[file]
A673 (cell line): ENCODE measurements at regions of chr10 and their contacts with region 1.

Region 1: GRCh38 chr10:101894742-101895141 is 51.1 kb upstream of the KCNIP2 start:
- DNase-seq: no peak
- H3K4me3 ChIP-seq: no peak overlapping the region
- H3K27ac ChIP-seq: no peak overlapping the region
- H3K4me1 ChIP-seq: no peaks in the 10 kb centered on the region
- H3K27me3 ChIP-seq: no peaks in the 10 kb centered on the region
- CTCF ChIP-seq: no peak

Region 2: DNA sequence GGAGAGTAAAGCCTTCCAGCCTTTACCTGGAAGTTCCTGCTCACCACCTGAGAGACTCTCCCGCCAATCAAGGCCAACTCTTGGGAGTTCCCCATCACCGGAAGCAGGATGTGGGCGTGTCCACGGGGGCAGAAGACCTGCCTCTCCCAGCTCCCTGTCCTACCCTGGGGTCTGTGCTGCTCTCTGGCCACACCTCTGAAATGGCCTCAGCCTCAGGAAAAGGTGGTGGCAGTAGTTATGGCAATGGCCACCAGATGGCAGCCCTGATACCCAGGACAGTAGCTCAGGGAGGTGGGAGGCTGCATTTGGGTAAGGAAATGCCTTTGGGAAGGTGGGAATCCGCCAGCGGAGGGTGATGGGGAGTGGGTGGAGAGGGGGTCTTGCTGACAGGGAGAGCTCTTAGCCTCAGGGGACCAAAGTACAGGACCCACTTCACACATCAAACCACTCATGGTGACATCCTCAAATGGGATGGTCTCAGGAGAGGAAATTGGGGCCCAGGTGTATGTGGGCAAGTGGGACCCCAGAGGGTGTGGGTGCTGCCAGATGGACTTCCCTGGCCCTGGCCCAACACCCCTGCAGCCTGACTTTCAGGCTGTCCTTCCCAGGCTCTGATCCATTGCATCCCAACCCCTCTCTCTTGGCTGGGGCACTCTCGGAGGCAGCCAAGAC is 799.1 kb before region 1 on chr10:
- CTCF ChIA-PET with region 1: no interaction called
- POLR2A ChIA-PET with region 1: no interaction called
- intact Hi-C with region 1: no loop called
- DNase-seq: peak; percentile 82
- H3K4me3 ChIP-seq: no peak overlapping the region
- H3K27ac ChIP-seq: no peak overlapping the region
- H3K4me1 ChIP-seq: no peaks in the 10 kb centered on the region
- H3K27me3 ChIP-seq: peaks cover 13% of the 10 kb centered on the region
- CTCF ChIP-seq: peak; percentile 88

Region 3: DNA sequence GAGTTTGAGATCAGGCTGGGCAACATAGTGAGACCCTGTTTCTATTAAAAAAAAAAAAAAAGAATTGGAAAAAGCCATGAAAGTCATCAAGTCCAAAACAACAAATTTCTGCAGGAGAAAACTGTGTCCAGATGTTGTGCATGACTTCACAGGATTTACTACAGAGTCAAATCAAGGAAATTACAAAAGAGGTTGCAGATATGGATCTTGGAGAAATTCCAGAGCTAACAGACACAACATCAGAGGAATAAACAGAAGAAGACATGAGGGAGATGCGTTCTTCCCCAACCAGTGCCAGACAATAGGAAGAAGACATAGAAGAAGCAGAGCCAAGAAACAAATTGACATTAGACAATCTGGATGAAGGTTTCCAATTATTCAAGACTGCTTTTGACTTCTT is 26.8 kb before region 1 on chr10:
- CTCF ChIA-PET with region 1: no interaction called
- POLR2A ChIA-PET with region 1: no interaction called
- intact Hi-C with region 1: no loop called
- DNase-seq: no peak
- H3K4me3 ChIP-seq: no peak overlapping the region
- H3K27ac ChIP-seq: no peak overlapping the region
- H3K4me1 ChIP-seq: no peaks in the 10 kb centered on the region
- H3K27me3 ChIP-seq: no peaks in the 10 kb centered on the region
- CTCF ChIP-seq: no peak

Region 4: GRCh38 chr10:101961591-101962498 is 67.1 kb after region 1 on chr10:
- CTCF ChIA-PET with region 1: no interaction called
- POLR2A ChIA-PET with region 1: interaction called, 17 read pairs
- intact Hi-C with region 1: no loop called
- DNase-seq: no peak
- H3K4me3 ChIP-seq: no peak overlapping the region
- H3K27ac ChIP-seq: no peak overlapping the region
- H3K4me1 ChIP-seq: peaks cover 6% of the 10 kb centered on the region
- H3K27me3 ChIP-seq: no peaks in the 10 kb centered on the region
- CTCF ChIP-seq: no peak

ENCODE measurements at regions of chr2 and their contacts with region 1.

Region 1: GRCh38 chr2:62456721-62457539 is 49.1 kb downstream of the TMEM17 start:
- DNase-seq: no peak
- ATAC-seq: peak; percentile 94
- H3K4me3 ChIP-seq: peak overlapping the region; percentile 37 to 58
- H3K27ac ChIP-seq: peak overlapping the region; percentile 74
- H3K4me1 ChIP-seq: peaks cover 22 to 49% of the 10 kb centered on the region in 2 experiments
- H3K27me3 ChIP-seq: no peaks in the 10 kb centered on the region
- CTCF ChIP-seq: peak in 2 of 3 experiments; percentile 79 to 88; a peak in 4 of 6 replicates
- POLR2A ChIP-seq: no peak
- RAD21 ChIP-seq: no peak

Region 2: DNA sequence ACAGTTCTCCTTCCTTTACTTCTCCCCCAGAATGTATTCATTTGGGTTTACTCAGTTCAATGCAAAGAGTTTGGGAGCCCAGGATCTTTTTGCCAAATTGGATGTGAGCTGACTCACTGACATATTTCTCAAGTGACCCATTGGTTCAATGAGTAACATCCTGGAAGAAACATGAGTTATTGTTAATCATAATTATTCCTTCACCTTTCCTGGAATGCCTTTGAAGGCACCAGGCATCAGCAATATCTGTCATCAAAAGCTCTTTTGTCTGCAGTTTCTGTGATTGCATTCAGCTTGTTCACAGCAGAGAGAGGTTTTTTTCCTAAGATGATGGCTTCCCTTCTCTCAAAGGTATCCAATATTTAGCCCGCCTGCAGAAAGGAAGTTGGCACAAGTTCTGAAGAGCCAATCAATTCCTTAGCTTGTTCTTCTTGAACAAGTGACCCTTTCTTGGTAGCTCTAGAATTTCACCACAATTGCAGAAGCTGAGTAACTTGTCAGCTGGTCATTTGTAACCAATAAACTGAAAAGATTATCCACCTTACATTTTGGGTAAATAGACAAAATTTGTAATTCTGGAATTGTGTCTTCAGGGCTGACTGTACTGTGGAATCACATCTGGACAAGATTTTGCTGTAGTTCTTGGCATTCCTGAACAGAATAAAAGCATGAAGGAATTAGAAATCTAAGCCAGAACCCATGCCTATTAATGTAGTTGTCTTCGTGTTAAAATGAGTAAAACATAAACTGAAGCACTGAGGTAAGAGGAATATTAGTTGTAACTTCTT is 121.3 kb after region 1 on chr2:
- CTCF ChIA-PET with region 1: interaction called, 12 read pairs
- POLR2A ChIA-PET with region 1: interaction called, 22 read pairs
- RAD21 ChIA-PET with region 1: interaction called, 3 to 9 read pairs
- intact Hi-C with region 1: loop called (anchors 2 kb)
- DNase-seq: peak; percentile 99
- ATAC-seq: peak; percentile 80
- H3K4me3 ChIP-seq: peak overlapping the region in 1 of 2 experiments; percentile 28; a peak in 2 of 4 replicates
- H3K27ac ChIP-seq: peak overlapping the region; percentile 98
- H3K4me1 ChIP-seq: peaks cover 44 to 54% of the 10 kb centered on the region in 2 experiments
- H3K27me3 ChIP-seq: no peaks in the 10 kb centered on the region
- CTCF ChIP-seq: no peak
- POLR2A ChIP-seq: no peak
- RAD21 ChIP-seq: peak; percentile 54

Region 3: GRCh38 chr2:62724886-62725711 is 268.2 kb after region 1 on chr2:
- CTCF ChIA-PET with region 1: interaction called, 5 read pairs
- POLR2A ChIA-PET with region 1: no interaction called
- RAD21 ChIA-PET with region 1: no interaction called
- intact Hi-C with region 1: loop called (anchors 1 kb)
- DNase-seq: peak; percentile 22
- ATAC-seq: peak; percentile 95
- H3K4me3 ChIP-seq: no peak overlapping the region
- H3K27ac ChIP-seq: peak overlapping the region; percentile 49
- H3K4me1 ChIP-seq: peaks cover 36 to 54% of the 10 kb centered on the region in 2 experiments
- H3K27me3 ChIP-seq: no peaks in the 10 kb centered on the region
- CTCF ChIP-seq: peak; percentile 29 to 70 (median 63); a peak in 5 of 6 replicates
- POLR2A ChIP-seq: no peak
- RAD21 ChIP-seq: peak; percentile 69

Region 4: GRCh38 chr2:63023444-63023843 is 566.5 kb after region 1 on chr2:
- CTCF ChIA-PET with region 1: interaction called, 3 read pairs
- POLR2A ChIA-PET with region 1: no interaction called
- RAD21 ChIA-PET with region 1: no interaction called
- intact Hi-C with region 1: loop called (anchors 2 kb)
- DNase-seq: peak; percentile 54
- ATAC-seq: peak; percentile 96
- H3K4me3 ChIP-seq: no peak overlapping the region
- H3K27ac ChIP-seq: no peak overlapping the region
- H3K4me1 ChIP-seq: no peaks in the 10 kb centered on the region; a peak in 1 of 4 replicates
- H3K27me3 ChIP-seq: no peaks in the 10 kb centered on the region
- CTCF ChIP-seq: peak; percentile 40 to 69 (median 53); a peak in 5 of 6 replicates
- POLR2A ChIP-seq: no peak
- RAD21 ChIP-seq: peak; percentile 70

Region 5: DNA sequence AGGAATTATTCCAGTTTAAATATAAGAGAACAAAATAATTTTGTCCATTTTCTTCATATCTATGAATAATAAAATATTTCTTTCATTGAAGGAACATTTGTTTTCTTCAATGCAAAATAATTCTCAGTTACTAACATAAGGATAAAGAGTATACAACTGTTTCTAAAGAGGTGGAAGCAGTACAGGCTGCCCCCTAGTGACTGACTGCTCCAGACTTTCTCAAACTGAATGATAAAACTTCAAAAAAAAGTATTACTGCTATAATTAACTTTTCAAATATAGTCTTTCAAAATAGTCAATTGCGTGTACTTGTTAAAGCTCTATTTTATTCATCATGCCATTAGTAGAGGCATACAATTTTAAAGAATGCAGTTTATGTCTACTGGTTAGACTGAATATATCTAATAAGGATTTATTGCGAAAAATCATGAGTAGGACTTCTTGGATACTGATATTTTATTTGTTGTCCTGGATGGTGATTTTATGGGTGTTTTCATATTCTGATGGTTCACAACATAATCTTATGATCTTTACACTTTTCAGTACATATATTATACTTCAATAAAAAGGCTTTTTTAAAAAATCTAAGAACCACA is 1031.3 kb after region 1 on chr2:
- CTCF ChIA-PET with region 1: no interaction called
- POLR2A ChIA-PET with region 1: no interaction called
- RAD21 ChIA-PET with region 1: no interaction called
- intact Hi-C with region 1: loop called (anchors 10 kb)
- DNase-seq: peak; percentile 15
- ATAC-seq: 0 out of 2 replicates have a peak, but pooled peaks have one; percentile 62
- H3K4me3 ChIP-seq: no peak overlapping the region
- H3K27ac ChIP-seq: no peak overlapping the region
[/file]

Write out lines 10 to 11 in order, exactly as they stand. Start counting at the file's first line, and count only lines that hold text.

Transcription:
- CTCF ChIA-PET with region 1: no interaction called
- POLR2A ChIA-PET with region 1: no interaction called